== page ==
In its new report, Smithers predicts that the global value of reusable and refillable packaging will reach $28.20 billion (€2,645,583,000,000) in 2024 and forecasts the future of the sector in the next five years – including an increase in refill in store and refill/return at home schemes.

Legislative developments like the Packaging and Packaging Waste Regulation are driving an uptake in reusable and refillable alternatives to single-use plastics, Smithers observes. As per the EU’s new rules, all Member States will be required to establish deposit return schemes for plastic and metal drink packaging from 2029.

Furthermore, 2030 will usher in mandatory targets for 10% reuse formats in most beverage segments. As such, ‘significant investment’ is anticipated across the continent; practical exemplars for the contribution of reuse and refill models to wider circular economy goals are expected to arise; and packaging designers, retailers, and logistic operators are facing new challenges in the implementation of reuse solutions.

The Future of Reusable and Refillable Packaging to 2029 provides a detailed analysis of reuse and refill business models, developments in the regulatory landscape, best-use concepts, and the commercial challenges facing converters, retailers, and CPG brands.

The supporting data is broken down by packaging sector, encompassing industrial and transit applications, as well as mature and developing consumer spaces. Furthermore, it separates end-use applications into drinks, industrial and transit, home care, and cosmetics and personal care.

Packaging made of glass, metal, and plastics are observed separately, as are the geographic regions of Western and Eastern Europe; North and South and Central America; Asia-Pacific; the Middle East; and Africa.

A +4.6% compound annual growth rate (CAGR) is forecasted across all segments in the run-up to 2029 – a development expected to yield a market value of $35.36 billion in its final year.

Reuse and refill bottle formats made of glass, metal, and PET, as well as industrial transit formats like drums and rigid intermediate bulk containers (IBCs), are currently popular on the market. Smithers describes them as ‘mature segments’ that will see ‘incremental growth’ throughout the forecast period.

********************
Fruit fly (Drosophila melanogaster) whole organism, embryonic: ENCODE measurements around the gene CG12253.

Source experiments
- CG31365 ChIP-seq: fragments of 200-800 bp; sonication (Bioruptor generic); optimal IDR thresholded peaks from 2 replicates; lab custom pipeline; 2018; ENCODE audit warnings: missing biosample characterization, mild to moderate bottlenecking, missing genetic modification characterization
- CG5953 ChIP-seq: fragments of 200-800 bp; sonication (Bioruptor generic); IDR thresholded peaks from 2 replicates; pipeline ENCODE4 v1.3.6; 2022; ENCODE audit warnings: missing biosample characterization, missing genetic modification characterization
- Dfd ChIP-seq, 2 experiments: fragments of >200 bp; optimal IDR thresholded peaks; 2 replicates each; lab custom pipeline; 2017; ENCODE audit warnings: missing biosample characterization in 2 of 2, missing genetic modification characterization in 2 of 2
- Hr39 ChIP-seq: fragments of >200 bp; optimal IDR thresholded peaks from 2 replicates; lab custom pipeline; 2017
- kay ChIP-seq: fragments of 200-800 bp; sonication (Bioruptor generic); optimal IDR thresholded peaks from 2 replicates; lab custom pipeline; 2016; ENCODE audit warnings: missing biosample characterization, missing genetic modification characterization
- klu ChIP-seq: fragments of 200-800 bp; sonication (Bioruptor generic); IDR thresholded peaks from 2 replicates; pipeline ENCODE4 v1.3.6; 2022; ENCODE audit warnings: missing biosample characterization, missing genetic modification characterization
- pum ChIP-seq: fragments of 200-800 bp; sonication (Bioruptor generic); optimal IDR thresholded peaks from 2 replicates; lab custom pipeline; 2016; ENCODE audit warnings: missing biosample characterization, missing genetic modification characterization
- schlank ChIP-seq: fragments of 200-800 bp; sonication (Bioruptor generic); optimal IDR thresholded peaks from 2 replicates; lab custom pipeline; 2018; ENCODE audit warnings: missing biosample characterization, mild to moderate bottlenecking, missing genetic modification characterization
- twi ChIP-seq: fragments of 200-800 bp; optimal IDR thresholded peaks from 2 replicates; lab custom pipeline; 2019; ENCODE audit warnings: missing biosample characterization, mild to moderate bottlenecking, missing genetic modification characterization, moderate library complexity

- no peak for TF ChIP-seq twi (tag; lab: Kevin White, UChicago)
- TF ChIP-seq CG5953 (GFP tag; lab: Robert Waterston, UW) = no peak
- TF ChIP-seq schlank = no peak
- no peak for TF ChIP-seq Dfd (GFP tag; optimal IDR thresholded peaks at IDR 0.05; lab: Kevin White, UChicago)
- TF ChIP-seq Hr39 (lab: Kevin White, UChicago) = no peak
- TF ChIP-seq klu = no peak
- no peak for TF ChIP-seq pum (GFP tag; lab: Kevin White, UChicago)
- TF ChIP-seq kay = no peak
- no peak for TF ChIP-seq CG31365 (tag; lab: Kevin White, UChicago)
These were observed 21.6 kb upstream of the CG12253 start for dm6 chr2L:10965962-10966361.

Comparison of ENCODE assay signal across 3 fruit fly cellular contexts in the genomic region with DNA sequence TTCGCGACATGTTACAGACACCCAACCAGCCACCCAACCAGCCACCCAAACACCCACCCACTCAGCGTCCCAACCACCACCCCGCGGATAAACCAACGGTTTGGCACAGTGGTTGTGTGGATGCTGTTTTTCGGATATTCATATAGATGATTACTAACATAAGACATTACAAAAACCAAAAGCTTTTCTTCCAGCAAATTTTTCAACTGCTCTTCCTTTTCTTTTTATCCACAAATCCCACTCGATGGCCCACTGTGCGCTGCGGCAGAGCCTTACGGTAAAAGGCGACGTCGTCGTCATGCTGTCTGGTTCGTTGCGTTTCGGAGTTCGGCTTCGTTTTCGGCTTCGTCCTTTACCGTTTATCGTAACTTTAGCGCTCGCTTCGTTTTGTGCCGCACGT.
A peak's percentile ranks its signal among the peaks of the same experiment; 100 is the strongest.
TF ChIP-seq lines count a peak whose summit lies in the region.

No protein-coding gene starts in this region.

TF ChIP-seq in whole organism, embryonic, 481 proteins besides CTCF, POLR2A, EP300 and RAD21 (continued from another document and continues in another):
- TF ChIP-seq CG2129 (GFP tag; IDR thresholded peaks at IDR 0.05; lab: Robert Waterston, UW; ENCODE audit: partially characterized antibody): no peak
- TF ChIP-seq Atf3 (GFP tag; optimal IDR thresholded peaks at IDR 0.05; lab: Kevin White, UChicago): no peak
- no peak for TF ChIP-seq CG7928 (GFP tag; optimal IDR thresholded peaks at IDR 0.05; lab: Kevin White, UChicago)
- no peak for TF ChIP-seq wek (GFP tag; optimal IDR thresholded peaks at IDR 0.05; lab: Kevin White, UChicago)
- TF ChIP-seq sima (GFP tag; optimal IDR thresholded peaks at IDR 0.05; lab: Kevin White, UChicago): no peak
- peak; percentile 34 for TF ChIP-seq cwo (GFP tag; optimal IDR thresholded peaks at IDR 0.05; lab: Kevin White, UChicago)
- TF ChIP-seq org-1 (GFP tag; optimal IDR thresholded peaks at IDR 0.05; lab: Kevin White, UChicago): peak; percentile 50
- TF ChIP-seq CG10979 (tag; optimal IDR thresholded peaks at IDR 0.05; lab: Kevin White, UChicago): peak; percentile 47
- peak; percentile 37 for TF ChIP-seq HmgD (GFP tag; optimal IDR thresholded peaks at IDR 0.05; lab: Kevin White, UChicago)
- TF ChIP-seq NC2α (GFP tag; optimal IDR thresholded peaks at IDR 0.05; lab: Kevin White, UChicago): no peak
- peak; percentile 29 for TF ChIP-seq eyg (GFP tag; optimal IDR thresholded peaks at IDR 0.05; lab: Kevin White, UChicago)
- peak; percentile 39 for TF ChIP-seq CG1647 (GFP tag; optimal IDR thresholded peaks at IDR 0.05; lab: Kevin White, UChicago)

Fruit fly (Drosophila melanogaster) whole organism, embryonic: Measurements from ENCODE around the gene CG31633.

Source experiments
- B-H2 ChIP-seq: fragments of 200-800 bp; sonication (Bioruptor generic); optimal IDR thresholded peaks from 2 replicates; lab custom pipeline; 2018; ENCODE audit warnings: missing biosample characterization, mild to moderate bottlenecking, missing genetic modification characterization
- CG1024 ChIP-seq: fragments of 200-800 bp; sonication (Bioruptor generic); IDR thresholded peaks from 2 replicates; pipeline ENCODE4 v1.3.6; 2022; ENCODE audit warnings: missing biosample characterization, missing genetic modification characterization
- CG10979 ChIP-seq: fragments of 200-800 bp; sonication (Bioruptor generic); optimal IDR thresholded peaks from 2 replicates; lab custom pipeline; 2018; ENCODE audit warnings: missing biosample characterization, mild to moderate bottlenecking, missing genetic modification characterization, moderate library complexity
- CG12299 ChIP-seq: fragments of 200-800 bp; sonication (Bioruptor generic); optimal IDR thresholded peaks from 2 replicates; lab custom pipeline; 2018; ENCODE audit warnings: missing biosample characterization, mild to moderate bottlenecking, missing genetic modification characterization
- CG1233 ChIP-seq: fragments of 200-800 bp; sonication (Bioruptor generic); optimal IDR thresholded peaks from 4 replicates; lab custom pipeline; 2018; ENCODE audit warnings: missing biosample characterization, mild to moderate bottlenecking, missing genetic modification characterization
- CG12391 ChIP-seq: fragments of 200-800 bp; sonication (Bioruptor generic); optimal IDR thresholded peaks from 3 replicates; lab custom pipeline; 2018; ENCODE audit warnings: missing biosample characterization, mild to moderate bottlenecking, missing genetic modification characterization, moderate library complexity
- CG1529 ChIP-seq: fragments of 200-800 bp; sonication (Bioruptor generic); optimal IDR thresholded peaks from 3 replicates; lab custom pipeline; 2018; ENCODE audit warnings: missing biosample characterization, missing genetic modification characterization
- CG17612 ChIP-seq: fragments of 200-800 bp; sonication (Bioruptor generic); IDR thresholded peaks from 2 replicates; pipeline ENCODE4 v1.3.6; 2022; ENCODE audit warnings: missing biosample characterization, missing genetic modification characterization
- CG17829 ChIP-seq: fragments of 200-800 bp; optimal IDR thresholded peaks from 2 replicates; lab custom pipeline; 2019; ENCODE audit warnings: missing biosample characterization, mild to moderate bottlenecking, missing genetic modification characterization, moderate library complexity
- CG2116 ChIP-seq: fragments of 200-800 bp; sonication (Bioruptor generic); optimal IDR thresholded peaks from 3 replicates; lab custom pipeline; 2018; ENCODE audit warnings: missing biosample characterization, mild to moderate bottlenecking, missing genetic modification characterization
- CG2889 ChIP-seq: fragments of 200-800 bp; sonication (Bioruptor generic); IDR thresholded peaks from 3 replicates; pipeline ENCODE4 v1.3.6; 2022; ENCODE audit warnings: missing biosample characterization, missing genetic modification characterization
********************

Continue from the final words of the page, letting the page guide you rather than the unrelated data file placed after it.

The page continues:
Yet data modelling for new consumer reuse and refill concepts – refill at home, return from home, and refill in store – suggests that sales will increase at a +15.0% CAGR until 2029. This means they will more than double in value and come closer to $1 billion in sales by the end of the decade.

The report notes that the personal care and home cleaning markets are seeing a particular uptake in these models. Major CPG firms are said to be competing with dedicated e-commerce sellers, and an interest in experimenting, as well as efforts by companies to prove their commitment to sustainability targets, are driving the transition.

As a result, packaging designers are now expected to create more durable packages that do not lose their functionality or aesthetics across refill cycles. Metal containers have become increasingly popular for this reason, as well as more resilient plastics, and robust caps and dispensing features.

Smithers lays out four facets of packaging design that, in its view, should be prioritized to ensure that reusable and refillable concepts are effective. One is to maximize consumer convenience; another, related step is to balance price and functionality.

Consumer incentives should be introduced, the report continues, and packaging should be linked seamlessly to integrated logistics and support tools. Smithers notes that CPG brands have been embracing smart technology – in the context of automatic refill deliveries for registered subscribers, for example.

The report is available to buy now at prices of €6,350, £5,475, and $6,750.

Previous Smithers reports have described Europe as a ‘proving ground’ for trialling reuse and refill concepts in the run-up to the Packaging and Packaging Waste Regulation; and suggested that the packaging sector would reach a total value of $1.17 trillion in 2023, adding that flexible plastics and paperboard would become the fastest-growing packaging materials in a five-year time frame.

Another report from Root went on to lay out its views on the most straightforward path to hitting reuse and refill targets. These included a clear roadmap, transparency surrounding environmental benefits, and an understanding of consumers’ needs.

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